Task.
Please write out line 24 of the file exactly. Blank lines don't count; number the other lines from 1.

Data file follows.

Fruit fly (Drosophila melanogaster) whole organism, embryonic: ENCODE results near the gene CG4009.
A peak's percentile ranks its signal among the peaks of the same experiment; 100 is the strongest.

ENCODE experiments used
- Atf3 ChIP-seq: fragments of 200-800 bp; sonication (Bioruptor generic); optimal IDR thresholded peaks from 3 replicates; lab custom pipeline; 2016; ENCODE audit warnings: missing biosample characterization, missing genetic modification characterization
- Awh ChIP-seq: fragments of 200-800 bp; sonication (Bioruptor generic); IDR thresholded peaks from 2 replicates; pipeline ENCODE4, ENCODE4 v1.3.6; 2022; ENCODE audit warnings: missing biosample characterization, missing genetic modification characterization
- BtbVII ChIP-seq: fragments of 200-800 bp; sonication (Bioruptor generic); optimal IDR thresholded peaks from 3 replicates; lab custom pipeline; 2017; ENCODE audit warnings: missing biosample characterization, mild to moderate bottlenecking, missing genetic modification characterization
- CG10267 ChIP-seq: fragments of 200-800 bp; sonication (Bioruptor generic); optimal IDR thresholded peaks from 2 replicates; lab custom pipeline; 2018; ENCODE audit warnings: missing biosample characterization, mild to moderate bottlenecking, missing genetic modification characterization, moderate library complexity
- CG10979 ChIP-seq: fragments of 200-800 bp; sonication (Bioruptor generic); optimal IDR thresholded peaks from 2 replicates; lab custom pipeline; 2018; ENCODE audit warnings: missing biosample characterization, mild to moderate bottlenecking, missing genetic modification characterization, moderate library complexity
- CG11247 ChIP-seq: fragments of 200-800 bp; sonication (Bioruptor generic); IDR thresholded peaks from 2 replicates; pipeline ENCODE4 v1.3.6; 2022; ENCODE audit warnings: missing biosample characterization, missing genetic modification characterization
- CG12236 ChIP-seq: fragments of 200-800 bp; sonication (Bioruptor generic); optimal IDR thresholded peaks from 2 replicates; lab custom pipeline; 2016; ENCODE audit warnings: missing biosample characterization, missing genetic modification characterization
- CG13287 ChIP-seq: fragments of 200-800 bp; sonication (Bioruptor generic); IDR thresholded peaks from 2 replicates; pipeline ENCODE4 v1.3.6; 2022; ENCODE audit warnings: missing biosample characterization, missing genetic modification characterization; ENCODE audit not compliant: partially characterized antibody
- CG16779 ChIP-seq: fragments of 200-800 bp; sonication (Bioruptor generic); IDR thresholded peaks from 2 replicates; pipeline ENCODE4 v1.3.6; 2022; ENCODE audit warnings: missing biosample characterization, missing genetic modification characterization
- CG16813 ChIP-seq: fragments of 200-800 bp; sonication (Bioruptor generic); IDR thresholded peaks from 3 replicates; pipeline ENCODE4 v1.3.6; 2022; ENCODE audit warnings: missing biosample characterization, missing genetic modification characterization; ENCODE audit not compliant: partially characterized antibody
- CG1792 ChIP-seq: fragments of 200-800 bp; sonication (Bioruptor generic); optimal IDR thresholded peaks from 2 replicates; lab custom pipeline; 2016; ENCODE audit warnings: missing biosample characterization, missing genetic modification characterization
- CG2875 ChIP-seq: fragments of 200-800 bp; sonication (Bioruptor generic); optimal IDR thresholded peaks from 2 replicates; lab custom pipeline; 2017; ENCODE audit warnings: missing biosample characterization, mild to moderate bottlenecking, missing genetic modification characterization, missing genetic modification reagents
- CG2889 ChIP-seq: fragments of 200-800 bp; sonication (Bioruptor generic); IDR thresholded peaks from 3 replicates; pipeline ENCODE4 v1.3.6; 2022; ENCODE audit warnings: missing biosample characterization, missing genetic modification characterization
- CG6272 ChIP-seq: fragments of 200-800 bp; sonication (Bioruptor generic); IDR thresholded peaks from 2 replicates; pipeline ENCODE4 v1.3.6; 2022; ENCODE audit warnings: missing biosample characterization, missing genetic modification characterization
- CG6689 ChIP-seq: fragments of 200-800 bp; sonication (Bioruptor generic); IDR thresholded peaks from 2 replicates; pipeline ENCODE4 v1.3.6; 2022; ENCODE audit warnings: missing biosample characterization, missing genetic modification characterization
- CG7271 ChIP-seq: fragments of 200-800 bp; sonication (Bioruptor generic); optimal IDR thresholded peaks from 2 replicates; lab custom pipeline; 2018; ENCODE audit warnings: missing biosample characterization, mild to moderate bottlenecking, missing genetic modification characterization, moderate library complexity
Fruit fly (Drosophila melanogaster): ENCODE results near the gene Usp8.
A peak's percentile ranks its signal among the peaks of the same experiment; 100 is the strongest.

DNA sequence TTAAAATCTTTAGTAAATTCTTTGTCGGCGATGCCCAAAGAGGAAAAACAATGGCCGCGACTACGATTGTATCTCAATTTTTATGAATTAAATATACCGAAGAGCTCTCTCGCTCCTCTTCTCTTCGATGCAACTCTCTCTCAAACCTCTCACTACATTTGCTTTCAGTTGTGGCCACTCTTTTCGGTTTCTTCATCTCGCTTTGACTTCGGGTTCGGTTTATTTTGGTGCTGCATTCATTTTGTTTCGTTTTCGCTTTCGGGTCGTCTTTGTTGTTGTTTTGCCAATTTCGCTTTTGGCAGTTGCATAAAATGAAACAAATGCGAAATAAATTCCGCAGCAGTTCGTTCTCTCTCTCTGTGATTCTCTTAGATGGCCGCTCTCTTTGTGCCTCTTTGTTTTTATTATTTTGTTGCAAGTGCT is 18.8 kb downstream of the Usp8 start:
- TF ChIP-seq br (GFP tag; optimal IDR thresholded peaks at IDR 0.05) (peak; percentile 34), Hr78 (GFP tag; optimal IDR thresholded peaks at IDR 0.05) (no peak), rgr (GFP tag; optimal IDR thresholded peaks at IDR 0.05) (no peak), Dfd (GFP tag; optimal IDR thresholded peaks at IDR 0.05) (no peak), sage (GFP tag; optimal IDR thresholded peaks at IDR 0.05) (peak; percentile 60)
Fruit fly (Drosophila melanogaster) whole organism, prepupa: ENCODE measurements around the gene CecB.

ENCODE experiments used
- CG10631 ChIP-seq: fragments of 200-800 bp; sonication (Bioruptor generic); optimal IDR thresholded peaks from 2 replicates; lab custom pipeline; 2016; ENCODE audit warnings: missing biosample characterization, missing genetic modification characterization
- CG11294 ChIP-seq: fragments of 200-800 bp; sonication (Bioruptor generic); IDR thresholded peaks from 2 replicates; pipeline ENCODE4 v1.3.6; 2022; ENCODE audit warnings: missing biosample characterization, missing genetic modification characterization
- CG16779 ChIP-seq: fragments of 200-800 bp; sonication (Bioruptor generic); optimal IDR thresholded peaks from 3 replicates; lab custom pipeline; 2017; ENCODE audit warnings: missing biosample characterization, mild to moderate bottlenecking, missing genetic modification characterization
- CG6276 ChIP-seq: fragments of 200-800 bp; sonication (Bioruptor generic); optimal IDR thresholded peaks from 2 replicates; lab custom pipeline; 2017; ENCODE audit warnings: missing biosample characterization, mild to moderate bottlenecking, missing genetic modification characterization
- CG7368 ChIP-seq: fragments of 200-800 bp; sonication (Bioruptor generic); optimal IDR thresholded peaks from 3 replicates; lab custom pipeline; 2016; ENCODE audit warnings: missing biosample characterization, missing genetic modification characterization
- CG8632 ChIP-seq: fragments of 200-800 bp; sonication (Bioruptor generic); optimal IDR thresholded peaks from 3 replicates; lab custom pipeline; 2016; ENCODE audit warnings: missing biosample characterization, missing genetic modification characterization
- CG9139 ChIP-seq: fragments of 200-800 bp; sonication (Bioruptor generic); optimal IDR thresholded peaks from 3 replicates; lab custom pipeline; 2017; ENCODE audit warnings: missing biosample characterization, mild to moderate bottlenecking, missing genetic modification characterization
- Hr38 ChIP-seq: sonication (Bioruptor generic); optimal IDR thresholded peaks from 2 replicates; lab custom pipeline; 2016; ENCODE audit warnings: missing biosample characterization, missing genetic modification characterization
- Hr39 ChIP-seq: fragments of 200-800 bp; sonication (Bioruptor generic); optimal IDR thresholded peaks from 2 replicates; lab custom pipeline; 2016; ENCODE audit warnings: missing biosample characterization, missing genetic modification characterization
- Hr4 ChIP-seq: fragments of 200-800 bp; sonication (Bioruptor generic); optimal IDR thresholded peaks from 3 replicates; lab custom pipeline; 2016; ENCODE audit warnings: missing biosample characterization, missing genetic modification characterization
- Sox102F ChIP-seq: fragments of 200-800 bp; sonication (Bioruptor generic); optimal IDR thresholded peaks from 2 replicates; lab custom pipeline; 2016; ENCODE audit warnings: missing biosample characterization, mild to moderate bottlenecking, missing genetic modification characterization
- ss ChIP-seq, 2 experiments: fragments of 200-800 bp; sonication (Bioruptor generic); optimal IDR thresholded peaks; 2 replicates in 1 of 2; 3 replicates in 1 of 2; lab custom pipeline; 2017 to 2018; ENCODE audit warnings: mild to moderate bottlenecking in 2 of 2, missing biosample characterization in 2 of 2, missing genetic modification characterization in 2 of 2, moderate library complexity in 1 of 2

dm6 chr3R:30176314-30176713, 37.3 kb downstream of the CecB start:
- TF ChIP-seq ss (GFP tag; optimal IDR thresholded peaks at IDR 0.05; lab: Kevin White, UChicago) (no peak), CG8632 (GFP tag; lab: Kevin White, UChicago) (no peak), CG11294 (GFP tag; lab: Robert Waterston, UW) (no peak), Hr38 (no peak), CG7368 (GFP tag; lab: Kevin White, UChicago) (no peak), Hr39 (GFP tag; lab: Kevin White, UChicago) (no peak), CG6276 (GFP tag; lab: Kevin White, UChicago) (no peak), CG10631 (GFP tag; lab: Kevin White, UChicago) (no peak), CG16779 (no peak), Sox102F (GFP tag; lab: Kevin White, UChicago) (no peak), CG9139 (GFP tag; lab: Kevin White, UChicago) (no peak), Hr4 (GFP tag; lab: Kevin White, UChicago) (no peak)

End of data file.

Fruit fly (Drosophila melanogaster) whole organism, prepupa: ENCODE measurements around the gene CecB.